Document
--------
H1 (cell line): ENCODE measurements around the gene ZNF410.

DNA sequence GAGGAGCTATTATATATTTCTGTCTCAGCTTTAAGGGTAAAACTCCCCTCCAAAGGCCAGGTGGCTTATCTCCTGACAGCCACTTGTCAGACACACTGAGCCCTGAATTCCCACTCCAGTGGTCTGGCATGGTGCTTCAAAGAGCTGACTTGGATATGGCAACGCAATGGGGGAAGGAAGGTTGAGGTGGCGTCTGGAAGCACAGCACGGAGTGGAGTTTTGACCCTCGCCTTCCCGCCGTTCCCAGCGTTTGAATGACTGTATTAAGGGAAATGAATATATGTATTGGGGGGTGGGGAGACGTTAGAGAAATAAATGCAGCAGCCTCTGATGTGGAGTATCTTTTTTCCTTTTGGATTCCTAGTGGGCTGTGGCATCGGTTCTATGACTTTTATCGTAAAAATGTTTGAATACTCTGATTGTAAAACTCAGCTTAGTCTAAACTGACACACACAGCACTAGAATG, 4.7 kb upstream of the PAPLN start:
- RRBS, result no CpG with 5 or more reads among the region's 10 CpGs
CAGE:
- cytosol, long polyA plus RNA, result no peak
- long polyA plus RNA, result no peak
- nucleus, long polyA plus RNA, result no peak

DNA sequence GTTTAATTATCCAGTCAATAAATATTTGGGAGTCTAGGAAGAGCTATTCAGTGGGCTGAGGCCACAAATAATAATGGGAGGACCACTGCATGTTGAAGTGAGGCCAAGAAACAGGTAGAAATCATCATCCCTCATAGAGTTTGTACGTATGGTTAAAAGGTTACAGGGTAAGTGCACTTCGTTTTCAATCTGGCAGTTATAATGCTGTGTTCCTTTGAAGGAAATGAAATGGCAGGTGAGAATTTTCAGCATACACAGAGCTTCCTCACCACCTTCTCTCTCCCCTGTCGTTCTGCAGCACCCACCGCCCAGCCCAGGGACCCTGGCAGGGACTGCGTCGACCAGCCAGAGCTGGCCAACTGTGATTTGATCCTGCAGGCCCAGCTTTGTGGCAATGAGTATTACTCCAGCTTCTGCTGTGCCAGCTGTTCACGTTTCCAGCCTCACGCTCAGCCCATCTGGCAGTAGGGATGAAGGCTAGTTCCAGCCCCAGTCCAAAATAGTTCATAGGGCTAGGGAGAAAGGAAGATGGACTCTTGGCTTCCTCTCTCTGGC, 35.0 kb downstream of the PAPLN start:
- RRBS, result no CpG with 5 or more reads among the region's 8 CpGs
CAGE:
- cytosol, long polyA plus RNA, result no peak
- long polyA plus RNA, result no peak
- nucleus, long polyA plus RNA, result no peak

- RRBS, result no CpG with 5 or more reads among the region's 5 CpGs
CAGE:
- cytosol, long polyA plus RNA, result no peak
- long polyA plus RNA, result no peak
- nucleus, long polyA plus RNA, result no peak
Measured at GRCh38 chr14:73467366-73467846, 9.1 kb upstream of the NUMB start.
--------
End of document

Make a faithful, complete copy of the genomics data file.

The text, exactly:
H1 (cell line): ENCODE measurements around the gene ZNF410.

DNA sequence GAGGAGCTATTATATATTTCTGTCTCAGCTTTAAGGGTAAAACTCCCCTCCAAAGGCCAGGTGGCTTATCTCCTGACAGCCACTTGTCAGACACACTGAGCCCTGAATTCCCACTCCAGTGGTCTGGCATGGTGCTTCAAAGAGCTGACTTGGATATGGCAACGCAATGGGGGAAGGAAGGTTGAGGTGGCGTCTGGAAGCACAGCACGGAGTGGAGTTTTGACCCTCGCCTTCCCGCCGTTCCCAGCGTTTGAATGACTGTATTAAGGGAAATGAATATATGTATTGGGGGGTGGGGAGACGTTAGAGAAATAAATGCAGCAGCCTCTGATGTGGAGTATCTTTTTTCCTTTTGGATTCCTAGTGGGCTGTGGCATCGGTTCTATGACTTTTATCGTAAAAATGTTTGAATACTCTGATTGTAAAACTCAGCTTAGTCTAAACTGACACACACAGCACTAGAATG, 4.7 kb upstream of the PAPLN start:
- RRBS, result no CpG with 5 or more reads among the region's 10 CpGs
CAGE:
- cytosol, long polyA plus RNA, result no peak
- long polyA plus RNA, result no peak
- nucleus, long polyA plus RNA, result no peak

DNA sequence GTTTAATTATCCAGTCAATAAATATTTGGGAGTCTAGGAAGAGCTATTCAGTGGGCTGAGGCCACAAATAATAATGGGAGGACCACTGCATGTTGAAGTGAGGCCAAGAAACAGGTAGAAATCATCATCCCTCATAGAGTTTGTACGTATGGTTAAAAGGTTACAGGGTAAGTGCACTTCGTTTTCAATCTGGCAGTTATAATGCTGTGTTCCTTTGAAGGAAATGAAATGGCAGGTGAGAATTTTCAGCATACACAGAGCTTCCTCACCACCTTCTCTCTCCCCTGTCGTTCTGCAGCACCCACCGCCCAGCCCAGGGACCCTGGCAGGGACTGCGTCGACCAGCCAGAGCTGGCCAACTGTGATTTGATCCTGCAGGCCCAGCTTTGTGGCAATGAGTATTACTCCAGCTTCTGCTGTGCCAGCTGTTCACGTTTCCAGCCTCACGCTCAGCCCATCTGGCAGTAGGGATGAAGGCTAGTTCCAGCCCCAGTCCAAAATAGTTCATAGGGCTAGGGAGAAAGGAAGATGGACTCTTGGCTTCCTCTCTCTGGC, 35.0 kb downstream of the PAPLN start:
- RRBS, result no CpG with 5 or more reads among the region's 8 CpGs
CAGE:
- cytosol, long polyA plus RNA, result no peak
- long polyA plus RNA, result no peak
- nucleus, long polyA plus RNA, result no peak

- RRBS, result no CpG with 5 or more reads among the region's 5 CpGs
CAGE:
- cytosol, long polyA plus RNA, result no peak
- long polyA plus RNA, result no peak
- nucleus, long polyA plus RNA, result no peak
Measured at GRCh38 chr14:73467366-73467846, 9.1 kb upstream of the NUMB start.